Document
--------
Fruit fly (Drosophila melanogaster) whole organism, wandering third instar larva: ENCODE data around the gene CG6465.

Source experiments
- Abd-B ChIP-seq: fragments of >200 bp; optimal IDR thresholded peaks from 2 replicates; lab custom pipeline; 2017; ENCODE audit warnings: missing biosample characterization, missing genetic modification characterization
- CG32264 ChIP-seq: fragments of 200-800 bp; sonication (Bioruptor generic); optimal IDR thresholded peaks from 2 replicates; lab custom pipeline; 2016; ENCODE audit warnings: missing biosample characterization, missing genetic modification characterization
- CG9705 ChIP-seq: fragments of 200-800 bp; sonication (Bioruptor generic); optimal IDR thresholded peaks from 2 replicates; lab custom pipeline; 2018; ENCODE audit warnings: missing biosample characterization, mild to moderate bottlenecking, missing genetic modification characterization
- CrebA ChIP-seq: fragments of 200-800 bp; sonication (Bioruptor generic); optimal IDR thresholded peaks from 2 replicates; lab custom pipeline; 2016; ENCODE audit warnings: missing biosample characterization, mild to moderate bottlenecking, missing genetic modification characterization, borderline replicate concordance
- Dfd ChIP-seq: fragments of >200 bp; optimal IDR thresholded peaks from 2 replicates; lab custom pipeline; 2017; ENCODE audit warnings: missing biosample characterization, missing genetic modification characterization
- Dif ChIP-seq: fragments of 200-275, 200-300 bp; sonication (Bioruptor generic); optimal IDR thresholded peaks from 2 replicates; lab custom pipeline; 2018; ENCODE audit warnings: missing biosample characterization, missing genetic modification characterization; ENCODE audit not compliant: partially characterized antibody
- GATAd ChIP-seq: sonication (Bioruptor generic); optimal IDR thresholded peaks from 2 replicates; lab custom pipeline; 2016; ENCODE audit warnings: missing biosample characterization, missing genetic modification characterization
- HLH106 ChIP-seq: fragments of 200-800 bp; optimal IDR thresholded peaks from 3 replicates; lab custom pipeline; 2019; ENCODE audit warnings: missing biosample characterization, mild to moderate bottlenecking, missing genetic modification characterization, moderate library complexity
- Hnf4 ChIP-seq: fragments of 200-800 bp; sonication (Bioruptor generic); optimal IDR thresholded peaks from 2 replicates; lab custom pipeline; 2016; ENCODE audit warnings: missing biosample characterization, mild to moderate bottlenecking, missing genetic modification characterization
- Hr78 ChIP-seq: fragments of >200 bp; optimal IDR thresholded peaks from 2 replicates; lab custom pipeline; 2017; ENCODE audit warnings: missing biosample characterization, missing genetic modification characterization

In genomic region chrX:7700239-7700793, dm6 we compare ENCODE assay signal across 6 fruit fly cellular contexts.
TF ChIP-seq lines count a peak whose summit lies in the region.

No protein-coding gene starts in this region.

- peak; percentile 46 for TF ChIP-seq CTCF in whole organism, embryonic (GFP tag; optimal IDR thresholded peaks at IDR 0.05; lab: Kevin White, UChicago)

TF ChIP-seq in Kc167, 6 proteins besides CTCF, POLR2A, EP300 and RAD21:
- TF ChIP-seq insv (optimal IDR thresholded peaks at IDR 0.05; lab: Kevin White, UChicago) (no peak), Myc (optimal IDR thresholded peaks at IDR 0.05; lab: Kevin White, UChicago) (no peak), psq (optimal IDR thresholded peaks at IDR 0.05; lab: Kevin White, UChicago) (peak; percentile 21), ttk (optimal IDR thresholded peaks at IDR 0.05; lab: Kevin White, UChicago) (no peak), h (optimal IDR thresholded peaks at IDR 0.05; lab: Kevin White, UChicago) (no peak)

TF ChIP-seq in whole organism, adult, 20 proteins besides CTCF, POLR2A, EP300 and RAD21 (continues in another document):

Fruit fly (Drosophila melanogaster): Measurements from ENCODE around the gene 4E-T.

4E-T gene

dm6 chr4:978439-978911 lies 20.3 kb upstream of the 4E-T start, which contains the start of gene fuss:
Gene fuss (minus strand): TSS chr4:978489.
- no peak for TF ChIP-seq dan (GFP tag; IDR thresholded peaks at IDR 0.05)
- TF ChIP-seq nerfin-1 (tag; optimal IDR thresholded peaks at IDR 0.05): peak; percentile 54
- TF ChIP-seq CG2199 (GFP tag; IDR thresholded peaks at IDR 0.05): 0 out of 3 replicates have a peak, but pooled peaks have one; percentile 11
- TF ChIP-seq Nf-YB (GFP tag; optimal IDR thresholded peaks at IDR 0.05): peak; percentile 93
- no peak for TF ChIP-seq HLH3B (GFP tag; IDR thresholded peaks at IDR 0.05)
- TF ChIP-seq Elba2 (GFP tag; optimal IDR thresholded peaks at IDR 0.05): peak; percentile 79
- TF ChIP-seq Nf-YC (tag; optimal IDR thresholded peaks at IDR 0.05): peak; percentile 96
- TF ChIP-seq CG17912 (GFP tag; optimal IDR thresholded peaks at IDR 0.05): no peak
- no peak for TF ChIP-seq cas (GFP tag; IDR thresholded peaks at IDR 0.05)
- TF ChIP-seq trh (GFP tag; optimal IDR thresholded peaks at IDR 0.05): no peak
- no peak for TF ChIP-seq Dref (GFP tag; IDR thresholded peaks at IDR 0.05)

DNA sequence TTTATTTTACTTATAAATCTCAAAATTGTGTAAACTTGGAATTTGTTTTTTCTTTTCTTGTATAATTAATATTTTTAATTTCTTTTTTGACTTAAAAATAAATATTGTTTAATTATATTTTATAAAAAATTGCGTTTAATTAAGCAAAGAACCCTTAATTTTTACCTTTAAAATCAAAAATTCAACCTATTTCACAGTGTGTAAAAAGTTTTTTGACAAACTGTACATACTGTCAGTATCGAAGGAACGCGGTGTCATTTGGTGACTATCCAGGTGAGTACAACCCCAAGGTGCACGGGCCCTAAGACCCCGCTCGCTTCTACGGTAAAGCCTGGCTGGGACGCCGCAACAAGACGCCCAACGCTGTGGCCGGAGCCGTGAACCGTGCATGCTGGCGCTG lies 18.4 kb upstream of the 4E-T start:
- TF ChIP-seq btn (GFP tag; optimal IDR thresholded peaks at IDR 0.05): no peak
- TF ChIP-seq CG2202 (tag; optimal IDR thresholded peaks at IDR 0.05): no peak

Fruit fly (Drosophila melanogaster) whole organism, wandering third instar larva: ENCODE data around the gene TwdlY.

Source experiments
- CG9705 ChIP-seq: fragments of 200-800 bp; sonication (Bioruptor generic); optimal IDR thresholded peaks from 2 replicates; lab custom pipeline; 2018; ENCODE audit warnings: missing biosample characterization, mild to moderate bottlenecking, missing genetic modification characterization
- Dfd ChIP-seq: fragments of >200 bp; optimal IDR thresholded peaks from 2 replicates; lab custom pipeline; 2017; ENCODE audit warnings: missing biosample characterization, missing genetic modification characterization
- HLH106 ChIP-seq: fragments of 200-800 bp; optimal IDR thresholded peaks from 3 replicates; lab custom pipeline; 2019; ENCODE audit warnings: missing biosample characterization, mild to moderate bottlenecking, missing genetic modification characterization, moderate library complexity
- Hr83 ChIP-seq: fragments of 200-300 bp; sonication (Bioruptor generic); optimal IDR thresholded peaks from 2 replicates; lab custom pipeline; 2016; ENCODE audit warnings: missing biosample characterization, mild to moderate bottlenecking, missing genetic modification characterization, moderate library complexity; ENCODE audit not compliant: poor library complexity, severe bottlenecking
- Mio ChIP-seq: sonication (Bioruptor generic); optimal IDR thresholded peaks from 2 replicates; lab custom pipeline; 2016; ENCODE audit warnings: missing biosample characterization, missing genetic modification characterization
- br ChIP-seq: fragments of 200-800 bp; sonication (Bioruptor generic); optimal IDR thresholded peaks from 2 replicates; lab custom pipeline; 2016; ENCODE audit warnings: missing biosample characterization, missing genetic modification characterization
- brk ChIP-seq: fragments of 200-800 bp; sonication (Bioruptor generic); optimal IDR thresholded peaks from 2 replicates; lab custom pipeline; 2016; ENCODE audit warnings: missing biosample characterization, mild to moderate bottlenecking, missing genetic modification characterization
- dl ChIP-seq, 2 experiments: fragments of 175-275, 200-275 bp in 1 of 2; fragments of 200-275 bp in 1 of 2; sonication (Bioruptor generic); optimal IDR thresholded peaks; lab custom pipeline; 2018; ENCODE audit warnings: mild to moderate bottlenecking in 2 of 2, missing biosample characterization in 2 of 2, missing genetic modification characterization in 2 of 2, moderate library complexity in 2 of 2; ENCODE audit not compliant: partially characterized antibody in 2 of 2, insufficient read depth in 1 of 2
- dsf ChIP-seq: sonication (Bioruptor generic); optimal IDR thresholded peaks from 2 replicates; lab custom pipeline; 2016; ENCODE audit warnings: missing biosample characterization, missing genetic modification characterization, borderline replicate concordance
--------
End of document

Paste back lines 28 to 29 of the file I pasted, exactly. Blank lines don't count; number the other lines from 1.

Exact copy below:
- no peak for TF ChIP-seq HLH3B (GFP tag; IDR thresholded peaks at IDR 0.05)
- TF ChIP-seq Elba2 (GFP tag; optimal IDR thresholded peaks at IDR 0.05): peak; percentile 79